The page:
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Papuan-Austronesian language contact: Alorese from an areal perspective
|Title:||Papuan-Austronesian language contact: Alorese from an areal perspective|
|Issue Date:||20 Dec 2012|
|Publisher:||University of Hawai'i Press|
|Series/Report no.:||LD&C Special Publication|
|Abstract:||This paper compares the grammar and lexicon of Alorese, an Austronesian language spoken in eastern Indonesia, with its closest genealogical relative, Lamaholot, spoken on east Flores, as well as with its geographical neighbours, the Papuan languages of Pantar. It focusses on the question how Alorese came to have the grammar and lexicon it has today. It is shown that Alorese and Lamaholot share a number of syntactic features which signal Papuan influences that must have been part of Proto-Lamaholot, suggesting (prehistoric) Papuan presence in the Lamaholot homeland in east Flores/Solor/Adonara/ Lembata. The data indicate that Proto-Lamaholot had a rich morphology, which was completely shed by Alorese after it split from Lamaholot. At the same time, lexical congruence between Alorese and its current Papuan neighbours is limited, and syntactic congruence virtually absent. Combining the comparative linguistic data with what little is known about the history of the Alorese, I propose a scenario whereby Lamaholot was acquired as non-native language by spouses from different Papuan clans who were brought into the Lamaholot communities that settled on the coast of Pantar at least 600 years ago. Their morphologically simplified language was transferred to their children. The history of Alorese as reconstructed here suggests that at different time depths, different language contact situations had different outcomes: prehistoric contact between Papuan and Proto-Lamaholot in the Flores area resulted in a complexification of Proto-Lamaholot, while post-migration contact resulted in simplification. In both cases, the contact was intense, but the prehistoric contact with Papuan in the Flores area must have been long-term and involve pre-adolescents, while the post-migration contact was probably of shorter duration and involved post-adolescent learners.|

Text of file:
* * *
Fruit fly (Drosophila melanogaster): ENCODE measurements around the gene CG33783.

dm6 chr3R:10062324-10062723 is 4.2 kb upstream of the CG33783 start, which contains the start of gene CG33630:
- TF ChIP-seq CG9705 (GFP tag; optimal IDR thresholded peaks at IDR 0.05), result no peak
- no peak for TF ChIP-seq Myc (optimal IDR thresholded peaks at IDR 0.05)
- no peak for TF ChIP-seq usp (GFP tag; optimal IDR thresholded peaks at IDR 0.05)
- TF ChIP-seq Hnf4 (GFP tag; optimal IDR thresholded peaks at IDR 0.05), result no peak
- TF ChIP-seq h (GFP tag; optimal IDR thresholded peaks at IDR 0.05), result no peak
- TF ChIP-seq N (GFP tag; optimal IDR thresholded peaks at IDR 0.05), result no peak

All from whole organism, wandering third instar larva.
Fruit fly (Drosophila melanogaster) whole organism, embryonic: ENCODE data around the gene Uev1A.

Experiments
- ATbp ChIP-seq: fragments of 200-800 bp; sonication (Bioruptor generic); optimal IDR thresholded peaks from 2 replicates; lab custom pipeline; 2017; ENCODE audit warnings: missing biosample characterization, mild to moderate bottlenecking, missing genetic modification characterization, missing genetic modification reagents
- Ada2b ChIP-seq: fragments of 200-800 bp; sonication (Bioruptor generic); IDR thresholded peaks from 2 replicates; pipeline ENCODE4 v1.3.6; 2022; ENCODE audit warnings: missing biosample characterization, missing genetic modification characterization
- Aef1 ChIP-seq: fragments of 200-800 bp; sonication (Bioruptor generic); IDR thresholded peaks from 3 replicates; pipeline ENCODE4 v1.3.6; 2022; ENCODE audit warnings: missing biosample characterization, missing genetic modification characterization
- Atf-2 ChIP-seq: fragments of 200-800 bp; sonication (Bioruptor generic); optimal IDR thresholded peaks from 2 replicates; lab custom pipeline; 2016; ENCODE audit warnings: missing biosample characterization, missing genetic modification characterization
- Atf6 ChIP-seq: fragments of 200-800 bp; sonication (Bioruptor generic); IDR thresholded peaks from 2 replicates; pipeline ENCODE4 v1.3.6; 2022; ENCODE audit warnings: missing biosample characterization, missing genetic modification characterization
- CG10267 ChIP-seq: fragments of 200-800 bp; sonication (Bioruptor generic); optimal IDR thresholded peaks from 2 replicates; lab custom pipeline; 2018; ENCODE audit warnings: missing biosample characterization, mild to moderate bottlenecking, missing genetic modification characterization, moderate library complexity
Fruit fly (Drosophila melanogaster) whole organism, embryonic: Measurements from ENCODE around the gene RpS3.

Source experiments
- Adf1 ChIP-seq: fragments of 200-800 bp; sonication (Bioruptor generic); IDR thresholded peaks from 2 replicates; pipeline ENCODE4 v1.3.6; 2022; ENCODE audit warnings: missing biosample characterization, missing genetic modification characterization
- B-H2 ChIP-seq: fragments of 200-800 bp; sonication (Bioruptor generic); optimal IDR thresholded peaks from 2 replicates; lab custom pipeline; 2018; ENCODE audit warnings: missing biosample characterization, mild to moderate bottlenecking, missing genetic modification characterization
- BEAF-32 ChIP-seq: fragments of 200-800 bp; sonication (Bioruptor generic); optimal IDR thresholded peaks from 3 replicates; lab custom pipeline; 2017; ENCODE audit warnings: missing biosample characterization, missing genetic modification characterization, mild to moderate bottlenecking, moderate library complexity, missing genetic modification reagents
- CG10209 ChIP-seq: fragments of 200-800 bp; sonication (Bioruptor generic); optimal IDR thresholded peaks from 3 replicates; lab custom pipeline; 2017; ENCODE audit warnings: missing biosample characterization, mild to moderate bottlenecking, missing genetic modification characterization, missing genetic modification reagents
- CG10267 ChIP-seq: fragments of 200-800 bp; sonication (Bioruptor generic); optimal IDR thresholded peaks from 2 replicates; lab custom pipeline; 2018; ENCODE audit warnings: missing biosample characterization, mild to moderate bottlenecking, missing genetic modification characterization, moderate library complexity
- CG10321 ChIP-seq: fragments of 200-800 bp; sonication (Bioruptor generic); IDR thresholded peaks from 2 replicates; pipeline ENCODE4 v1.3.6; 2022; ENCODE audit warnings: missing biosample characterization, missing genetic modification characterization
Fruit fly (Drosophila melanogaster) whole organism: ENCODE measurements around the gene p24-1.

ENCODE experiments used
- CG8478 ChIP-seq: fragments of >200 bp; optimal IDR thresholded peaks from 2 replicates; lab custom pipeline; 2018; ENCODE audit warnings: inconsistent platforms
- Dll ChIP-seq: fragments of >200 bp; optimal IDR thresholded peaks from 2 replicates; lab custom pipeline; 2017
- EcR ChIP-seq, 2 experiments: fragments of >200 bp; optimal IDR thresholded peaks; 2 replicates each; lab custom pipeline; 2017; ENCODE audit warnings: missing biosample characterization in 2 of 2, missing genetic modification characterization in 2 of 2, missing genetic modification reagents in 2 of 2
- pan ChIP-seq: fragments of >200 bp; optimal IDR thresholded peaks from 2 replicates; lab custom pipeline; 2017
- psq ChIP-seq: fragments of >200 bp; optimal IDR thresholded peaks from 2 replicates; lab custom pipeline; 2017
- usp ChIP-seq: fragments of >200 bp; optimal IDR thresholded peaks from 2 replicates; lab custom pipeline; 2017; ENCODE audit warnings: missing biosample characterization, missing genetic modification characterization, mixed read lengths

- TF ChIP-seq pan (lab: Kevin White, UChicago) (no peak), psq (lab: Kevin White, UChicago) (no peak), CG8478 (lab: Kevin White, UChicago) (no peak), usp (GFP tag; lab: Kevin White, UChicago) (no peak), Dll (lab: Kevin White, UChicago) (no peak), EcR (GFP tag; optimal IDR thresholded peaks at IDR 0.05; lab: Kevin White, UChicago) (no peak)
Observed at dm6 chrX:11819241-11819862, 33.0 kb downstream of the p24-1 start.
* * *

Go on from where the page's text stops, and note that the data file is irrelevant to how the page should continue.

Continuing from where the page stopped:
|Sponsor:||National Foreign Language Resource Center|
|Rights:||Attribution-NonCommercial-ShareAlike 3.0 United States|
|Appears in Collections:||LD&C Special Publication No. 5: Melanesian languages on the edge of Asia: Challenges for the 21st Century|
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